Monday, May 6, 2013

Marinated Artichoke Hearts

I am not known to be the world's best gardener.  But I am giving it my all and for the past couple of years have had a pretty successful herb and vegetable garden.  Of course, most of the credit must go to the garden-perfect Southern California sunshine and temperatures.  And automatic sprinklers.  Seriously, whoever invented those things is my hero.  I always set out with the best of intentions when I plant flowers, herbs and veggies, but if I plant them anywhere out of the reach of the sprinklers I might as well just kiss them goodbye.

I will forget to water.  I just will.  And I know it.  Sigh....
But in a place where the artichoke plants are a perennial (come back year after year, for you non-garden types), even I can feel like an accomplished gardener.  This year I had four plants that stuck around from last spring with their big, fern-like silvery green leaves.  The plants are actually quite pretty and I would totally put them in my front yard landscape.  If you're wondering, this variety is called Purple of Romagna and the flowers (aka the part that you eat) is a pretty purple color and the petals are a bit spikier than the more familiar globe artichokes.  I grew them from seed.  Yup, I did that.  And, boy, have they produced for me this spring.

My husband loves those marinated artichoke hearts that come on antipasto plates.  So I have been trying to duplicate their flavor at home for a couple of years.  Unsuccessfully.  He always eats them, mind you, but they're never quite right.  The bumper crop of baby artichokes I had inspired me to give it one more try.  And after steaming, grilling and pan roasting what seemed like a mountain of artichokes, I needed something different. 
Paydirt!  I have found the magical balance between vinegar, spice, oil, and herbs to make my hubby go "Mmmmmmmm".  And boy, would I have been bummed had it not been right.  Those little chokes need quite a bit of prep work to get them into fighting shape, ahem, ready for their dunk in the marinade.  But it was all worth it for the look of satisfaction on my husband's face as he stabbed the first one straight from the jar.

If you can still find artichokes in your market, especially small ones, I beesech you to try these just once.  They're so much better than the ones in that olive bar at your grocery store.
Marinated Artichoke Hearts
Makes 3 pint jars.  Adapted from The Art of Preserving, by Rick Field, Lisa Atwood and Rebecca Courchesne.
For the printable recipe, click here.

The difficulty here is not in the recipe itself, but in the prep work.  But if you can stand the few (or 20) minutes it may take you to remove the outer leaves and chokes from the artichokes, you'll be well rewarded.  One of the great things about a recipe like this is that you can adapt the recipe to your liking.  Add more garlic, take away the lemon peel, or use the herbs that you have in your kitchen.  For us, this combination hits the sweet spot.  The recipe makes three jars of artichoke hearts, one to eat as soon as it's ready and the other two to store in the back of the fridge to pull out for unexpected company or to give to friends (who will thank you profusely!).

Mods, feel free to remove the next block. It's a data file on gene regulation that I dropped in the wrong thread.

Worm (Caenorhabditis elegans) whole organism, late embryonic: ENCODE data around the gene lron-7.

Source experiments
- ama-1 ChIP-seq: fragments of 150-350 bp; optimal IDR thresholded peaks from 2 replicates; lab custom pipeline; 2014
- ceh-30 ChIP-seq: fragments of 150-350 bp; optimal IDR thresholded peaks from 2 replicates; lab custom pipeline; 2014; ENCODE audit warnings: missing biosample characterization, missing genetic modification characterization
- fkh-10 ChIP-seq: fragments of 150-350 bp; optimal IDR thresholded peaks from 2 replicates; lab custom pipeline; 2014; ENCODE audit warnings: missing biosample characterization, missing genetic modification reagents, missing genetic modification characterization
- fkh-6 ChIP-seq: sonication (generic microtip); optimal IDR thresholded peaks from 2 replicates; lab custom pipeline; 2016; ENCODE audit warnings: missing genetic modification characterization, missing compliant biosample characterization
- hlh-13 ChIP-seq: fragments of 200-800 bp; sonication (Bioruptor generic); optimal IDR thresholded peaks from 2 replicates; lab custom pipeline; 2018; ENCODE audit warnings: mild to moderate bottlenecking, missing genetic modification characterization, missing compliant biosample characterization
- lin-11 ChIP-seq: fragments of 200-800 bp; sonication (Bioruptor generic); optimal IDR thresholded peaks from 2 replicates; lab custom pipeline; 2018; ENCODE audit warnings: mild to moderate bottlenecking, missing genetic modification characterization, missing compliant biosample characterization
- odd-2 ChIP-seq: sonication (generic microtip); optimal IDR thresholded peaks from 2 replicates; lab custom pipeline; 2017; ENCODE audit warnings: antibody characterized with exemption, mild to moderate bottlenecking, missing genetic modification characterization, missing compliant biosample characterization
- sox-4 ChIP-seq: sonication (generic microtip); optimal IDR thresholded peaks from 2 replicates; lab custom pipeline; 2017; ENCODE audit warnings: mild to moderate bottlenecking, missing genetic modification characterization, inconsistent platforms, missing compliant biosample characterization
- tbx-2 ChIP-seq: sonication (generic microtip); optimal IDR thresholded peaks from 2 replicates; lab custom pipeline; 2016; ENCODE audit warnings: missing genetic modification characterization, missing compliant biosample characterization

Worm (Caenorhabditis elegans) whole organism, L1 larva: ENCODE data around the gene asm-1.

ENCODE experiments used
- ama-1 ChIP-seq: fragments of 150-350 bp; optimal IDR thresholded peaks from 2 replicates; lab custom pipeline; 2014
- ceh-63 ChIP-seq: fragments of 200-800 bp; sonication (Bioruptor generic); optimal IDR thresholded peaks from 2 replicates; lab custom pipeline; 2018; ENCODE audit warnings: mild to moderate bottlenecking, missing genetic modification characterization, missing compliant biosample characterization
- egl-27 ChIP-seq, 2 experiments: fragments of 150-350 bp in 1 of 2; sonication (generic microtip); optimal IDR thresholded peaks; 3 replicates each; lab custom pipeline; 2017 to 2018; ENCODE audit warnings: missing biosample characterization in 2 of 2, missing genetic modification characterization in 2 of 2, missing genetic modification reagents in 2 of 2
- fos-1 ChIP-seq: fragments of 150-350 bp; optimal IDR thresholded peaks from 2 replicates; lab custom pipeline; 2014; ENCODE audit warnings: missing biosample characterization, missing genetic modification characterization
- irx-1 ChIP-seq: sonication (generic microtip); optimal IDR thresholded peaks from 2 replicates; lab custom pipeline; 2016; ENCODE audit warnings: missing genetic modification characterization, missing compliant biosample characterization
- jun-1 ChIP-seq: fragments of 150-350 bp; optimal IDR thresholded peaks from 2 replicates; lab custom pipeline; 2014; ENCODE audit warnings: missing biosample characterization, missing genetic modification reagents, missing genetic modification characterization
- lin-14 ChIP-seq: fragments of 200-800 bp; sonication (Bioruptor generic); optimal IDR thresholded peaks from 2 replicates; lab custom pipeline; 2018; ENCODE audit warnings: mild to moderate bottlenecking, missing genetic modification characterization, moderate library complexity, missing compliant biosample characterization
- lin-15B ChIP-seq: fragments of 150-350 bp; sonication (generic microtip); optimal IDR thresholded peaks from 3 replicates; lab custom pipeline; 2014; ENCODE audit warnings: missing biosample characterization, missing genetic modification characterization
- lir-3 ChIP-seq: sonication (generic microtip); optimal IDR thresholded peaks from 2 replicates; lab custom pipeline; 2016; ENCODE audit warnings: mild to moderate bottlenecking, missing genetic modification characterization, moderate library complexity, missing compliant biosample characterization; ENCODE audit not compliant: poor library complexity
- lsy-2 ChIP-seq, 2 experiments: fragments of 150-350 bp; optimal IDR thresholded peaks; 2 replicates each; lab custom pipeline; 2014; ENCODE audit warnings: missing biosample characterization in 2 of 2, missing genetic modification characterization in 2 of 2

5 lbs baby or smallish artichokes
juice of 2 lemons, plus 6 tbs
1 cup white vinegar
1/2 cup rice wine vinegar
1 tbs plus 1 tsp kosher or sea salt
zest of two lemons, removed in strips with a vegetable peeler or cocktail zester
3 cloves garlic, thinly sliced
red pepper flakes (1 pinch per jar)
2  1/2 tbs chopped fresh herbs (I used 1 tbs each chopped parsley and basil and 1 tsp each chopped chives and sage)
1 tsp black peppercorns
6 tbs olive oil

You will need 3 hot, sterilized pint jars and their lids at the ready.  You can accomplish this by either washing the jars and then heating them in a hot water bath for at least 10 minutes, or running them through the sterilize cycle on your dishwasher right before use.

Fill a large bowl halfway with water and stir in the juice of 2 lemons.  Working quickly with 1 artichoke at a time, begin peeling off the tougher outer layers of leaves until you get to the pale, tender inner leaves.  Cut about 1/2 inch off the top of the artichoke, cut off any remaining dark leaves from the base,  then cut the artichoke into quarters lengthwise.  Immediately immerse the artichokes in the lemon water to prevent browning.  Repeat with the remaining artichokes.

Remove the artichokes with a slotted spoon and place them in a large saucepan over medium heat.  Add in 1/4 cup of the lemon water from the bowl.  Cover and cook until just tender, about 10 minutes.  Remove the artichokes from the pot and return them to the lemon water.  Stir in a handful of ice cubes to stop the artichokes from cooking further.

Meanwhile, in a medium saucepan, combine the 6 tbs lemon juice, vinegars, and salt.  Add 1 1/2 cups water and bring to a boil.  Stir to dissolve the salt.

Using your prepared jars, evenly divide the lemon zest strips, garlic, peppercorns and herbs amongst the three jars.  Tightly pack the cooled artichoke hearts into the jars to within 1 inch of the rim.  Ladle the hot bring into the jars, leaving about 3/4 inch of headspace at the top.  Add 2 tbs olive oil to each jar.  This should bring the headspace to 1/4-1/2 inch.  Wipe the rims and seal the jars tightly.

Leave the jars undisturbed on the counter for 24 hours, then refrigerate.  Shake the jars daily to distribute the seasonings for 1 week, at which time the artichokes will be ready to eat.  Keep the jars refrigerated.  They will keep for up to another 2 weeks.

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